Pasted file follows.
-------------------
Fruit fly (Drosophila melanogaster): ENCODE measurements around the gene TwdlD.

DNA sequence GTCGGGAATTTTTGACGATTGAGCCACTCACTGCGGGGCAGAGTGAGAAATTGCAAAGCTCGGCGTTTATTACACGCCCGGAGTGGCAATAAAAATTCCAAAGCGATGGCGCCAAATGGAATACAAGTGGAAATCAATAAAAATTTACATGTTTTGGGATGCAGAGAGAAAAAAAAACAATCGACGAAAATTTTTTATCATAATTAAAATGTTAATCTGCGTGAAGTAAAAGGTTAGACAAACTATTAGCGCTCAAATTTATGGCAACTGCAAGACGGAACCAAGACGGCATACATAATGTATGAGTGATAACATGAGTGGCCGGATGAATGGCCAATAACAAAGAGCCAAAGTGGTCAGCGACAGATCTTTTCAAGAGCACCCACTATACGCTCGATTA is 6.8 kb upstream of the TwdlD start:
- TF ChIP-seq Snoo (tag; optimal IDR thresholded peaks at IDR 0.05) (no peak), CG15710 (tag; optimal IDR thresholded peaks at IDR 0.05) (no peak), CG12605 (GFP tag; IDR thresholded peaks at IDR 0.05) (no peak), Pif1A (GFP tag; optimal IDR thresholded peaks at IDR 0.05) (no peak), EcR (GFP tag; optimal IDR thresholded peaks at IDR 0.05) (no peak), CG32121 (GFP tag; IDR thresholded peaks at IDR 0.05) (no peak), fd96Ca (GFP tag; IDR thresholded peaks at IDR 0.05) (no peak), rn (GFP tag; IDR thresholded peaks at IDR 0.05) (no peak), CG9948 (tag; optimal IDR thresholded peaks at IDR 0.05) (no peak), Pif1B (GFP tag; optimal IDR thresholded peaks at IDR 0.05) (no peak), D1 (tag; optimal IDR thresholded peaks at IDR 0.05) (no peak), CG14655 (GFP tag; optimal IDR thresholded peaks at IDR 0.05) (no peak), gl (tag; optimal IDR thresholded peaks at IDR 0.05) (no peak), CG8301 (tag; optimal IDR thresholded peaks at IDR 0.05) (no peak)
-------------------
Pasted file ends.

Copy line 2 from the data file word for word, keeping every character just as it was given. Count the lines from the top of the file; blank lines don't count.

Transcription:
DNA sequence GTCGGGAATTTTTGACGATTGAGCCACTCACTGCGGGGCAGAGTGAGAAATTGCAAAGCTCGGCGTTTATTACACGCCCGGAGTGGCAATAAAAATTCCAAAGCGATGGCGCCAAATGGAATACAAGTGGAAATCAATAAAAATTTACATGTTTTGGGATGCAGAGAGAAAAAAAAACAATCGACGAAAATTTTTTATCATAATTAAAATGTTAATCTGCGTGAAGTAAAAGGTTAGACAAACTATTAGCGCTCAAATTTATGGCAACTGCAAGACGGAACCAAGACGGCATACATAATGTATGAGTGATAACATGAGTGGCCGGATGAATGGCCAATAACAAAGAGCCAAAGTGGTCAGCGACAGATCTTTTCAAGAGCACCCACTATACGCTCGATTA is 6.8 kb upstream of the TwdlD start: